It is a dream many share. But they also share Kasdaglis’s hesitation: Where is the necessary leadership, the political will? The old is discredited; new forces, perhaps new generations, are needed but have not yet made their mark. Meanwhile, the idiocy seems boundless—in Greece and across Europe.
Kasdaglis can hardly be accused of indulging in pessimism: in the current climate, pessimism seems perfectly reasonable. But perhaps the pessimism has a generational tinge. The crisis varies sharply in its impact on young and old, and when one turns to the attitudes of those who came of age not during the junta and the early years after it, the metapolitefsi, but amid the collapse of the Berlin Wall, one finds a very different and in some ways startlingly energized outlook. This sounds paradoxical, given that it is often those now entering the job market who are suffering the worst, but young people seem more enthusiastic and less tormented by the collapse of old categories, and the evidence for this is everywhere. A relatively elevated example would be the film boom that has brought Greek cinema international attention through the works of youthful directors like Athina Rachel Tsangari, Yorgos Lanthimos and Syllas Tzoumerkas. But one might want to point to the revival of anarchism and the so-called antiexousiastikoi (anti-state) as well. There is also, it must be said, a strong generational tinge to the emergence of neofascism.
Then there is fiction. Kati tha ginei, tha deis (Something Will Happen, You’ll See) is a gripping collection of short stories published in 2010 that was awarded the State Prize for Literature and has become a bestseller. Its author, Christos Ikonomou, has already been hailed in the Italian press as a “Greek Faulkner,” a description that conveys the emotional power but not the restraint or precision of his prose. Roaming restlessly through the impoverished working-class quarters located off the tourist routes in the urban sprawl between Athens and Piraeus, the large port southwest of the capital, Ikonomou’s stories convey the plight of those worst affected by the crisis—laid-off workers, hungry children. Everyone is dreaming of escape: to the mountains, to an island or a palatial estate, into a Hans Christian Andersen story world. What are they fleeing? The old woes—gossip, watchful neighbors, the oppression and indifference of the rich—now made infinitely worse. In Ikonomou’s concrete streets, the rain is always looming, the politicians’ slogans are ignored, and the police remain a violent, threatening presence offstage. Yet even at the edge of destitution, his men and women act for themselves, trying to preserve what little solidarity remains in a deeply atomized society, and in one way or another finding their own voice. There is faith here, deep faith—though little or none in those who habitually ask for it.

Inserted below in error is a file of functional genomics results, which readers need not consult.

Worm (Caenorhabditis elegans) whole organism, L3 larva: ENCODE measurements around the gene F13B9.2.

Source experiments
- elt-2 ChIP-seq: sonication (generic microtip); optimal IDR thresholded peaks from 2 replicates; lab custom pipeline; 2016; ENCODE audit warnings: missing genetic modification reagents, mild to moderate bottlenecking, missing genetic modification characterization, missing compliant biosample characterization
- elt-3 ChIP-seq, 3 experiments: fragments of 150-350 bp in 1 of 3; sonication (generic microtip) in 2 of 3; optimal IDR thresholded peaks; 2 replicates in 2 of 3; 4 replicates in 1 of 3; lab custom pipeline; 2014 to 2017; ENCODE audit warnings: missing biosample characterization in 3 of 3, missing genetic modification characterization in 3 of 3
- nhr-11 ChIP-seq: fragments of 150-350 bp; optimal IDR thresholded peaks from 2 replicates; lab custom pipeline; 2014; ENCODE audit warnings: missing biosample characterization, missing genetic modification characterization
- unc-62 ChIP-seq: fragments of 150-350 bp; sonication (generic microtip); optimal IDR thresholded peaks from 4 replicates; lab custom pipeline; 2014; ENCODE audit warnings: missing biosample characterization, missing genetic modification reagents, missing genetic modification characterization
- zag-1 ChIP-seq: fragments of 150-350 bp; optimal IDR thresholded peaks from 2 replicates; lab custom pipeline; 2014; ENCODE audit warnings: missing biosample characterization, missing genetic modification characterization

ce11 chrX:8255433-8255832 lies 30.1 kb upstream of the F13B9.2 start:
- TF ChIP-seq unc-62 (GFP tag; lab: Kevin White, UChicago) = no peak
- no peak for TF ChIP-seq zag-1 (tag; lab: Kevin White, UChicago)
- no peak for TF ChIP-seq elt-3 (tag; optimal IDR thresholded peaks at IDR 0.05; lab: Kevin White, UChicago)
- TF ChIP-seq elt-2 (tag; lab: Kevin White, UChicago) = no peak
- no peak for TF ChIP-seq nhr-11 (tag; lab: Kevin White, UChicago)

The voice of this new generation— realistic, searching for a source of enthusiasm—can be found elsewhere, too. In the pages of a new journal, Levga (League), named in homage to Jules Verne’s Twenty Thousand Leagues Under the Sea, one comes across sharp questioning of what “reform” has meant in Greece these past forty years. Launched in March 2011, Levga has published nine issues filled with criticism of yesterday’s “modernisers” and their continued attempts to present themselves as the nation’s saviors. But one finds in its pages little time for the modernizers’ radical critics either: the Slavoj Zizeks, Alain Badious and their Greek epigones. The members of a Green generation, Levga’s writers and editors question whether the latest back-to-the-land impulse can be an adequate answer to the problems of capitalism in an era when advanced democracies cannot sustain more than 5 percent of their workforce in the countryside without massive subsidies. They see the indispensability of political mobilization and are rightly contemptuous of TED-style “debates” that reduce the country’s problems to ones of branding and connectivity; they sympathize with organized labor but dissect the historical roots of its malfunction in Greece. There are no answers here, but neither can they be found anywhere else. Levga is a source of fresh, very clear thought—and with it, some reasons to hope against hope.
Last year, Ari Paul wrote about the rise of the radical left in Greece.